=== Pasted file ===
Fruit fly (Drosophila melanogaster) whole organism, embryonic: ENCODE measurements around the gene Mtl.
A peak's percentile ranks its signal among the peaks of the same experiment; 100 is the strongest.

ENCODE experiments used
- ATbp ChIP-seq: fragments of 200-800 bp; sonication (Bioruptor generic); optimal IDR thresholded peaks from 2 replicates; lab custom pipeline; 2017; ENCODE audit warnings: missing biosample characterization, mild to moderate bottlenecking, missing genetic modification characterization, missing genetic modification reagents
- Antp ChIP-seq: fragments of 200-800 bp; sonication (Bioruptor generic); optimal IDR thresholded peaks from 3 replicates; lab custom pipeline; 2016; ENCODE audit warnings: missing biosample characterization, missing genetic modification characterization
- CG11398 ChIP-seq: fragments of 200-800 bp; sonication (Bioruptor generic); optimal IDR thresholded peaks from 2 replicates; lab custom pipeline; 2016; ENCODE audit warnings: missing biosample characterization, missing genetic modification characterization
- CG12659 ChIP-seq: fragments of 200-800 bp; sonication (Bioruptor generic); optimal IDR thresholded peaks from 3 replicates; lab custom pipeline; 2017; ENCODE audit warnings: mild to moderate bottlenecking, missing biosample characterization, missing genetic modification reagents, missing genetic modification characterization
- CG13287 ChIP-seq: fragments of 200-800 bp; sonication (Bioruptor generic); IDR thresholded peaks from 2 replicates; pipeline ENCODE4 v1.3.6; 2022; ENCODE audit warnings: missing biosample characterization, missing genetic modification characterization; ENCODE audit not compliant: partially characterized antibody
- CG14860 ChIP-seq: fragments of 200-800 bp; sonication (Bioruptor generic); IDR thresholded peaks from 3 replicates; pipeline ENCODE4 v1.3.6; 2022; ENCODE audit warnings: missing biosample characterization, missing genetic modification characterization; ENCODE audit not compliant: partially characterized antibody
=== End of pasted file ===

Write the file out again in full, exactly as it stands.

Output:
Fruit fly (Drosophila melanogaster) whole organism, embryonic: ENCODE measurements around the gene Mtl.
A peak's percentile ranks its signal among the peaks of the same experiment; 100 is the strongest.

ENCODE experiments used
- ATbp ChIP-seq: fragments of 200-800 bp; sonication (Bioruptor generic); optimal IDR thresholded peaks from 2 replicates; lab custom pipeline; 2017; ENCODE audit warnings: missing biosample characterization, mild to moderate bottlenecking, missing genetic modification characterization, missing genetic modification reagents
- Antp ChIP-seq: fragments of 200-800 bp; sonication (Bioruptor generic); optimal IDR thresholded peaks from 3 replicates; lab custom pipeline; 2016; ENCODE audit warnings: missing biosample characterization, missing genetic modification characterization
- CG11398 ChIP-seq: fragments of 200-800 bp; sonication (Bioruptor generic); optimal IDR thresholded peaks from 2 replicates; lab custom pipeline; 2016; ENCODE audit warnings: missing biosample characterization, missing genetic modification characterization
- CG12659 ChIP-seq: fragments of 200-800 bp; sonication (Bioruptor generic); optimal IDR thresholded peaks from 3 replicates; lab custom pipeline; 2017; ENCODE audit warnings: mild to moderate bottlenecking, missing biosample characterization, missing genetic modification reagents, missing genetic modification characterization
- CG13287 ChIP-seq: fragments of 200-800 bp; sonication (Bioruptor generic); IDR thresholded peaks from 2 replicates; pipeline ENCODE4 v1.3.6; 2022; ENCODE audit warnings: missing biosample characterization, missing genetic modification characterization; ENCODE audit not compliant: partially characterized antibody
- CG14860 ChIP-seq: fragments of 200-800 bp; sonication (Bioruptor generic); IDR thresholded peaks from 3 replicates; pipeline ENCODE4 v1.3.6; 2022; ENCODE audit warnings: missing biosample characterization, missing genetic modification characterization; ENCODE audit not compliant: partially characterized antibody